Friday, January 8, 2010

The math of toilets

So I took a pee today.  Interesting huh?

I was at a urinal at work.  Our facilities folks occasionally attempt to do some "green" experiments.  One of these types of experiments involves trying out different types of urinals that use less, or no, water.  The little explanatory card above my urinal today told me that it only uses a pint of water per flush.  I don't know how much water a regular urinal uses per flush, but it can't be much more than that, and I must look this up on the Web for the rest of this post.  I'll be right back ...

Hmmm ...

Huummmm ...

Hmmmmmmm ...

OK.  I am back.  And evidently I was wrong.  Looks like the newer urinals tend to use a gallon and a half of water for each flush, down from two and a half gallons in the older urinals.  That is one helluva lot more water than it appears is running down that hole.  But anyway ...

The urinal next to mine was waterless.  Yes, waterless.  That means that you pee, and then just walk away.  I have used it.  I have peed in that urinal and then walked away.  No noise.  No liquids slurshing around the bottom.  Nothing.  But the strange thing was the information posted on the card above my neighboring waterless urinal: it said that that urinal, all alone, all by itself, could save 40,000 gallons of water each year.  As I was peeing I was running some numbers quickly through my head (I am ambidextrous like that).  And these numbers went like this (but with a lot more detail and less rounding here):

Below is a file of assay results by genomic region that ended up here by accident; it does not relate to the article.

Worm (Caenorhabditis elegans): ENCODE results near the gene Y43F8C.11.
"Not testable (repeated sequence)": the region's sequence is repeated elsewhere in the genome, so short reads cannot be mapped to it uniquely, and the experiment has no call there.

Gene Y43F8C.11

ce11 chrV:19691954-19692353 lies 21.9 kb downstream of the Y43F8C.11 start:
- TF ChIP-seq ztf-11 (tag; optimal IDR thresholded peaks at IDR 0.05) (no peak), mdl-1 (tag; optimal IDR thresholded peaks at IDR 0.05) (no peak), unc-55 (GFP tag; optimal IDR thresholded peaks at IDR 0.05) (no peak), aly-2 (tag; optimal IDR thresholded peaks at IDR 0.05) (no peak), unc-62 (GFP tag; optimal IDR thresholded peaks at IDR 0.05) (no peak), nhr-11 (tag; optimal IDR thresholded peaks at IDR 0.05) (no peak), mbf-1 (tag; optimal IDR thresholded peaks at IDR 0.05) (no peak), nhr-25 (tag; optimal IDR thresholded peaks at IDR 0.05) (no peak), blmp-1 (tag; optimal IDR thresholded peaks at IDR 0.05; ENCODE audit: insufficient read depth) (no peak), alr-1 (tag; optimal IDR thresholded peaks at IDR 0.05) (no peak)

40,000 gallons per year / 1 gallon per flush (I thought I was overestimating) = 40,000 flushes
40,000 flushes / 365 days per year = 110 flushes per day
But this assumes that dudes are peeing at work every day of every week, and I am sure that, although some dudes pee at work on, say weekends and holidays, most of them are peeing at home or at a ballgame or at Home Depot instead on those days.  So let's assume 200 workdays per year:
40,000 flushes / 200 work days per year = 200 flushes per day
Now let's assume a 12 hour day, because although I tend to get in to work to pee on the very early side, many other dudes get in to work to pee on the much later side, even into the early and mid-evenings.  So:
200 flushes per day / 12 hours = 16.666 flushes per hour
or a flush every 3.6 minutes.
Here's my problem with this: Dudes are not peeing in that urinal every three and a half minutes.  It's just not happening.  There are a lot of people in my building, thousands of them, and lots of them are dudes, however the bathrooms are just not used that often or regularly.  I cannot prove it.  You'll just have to trust me on this important issue.  So, to me, this is false urinal advertising.

Important?  No.  Not at all.  Not even remotely.  Why the hell are you still reading this?

Interestingly, in my urinal web search just now I came upon the same claim: that a waterless urinal can indeed save up to 40,000 gallons per year.  So perhaps in other locations that do have much more regular dude-use of the urinals this is true.  But not where I work.  Trust me.

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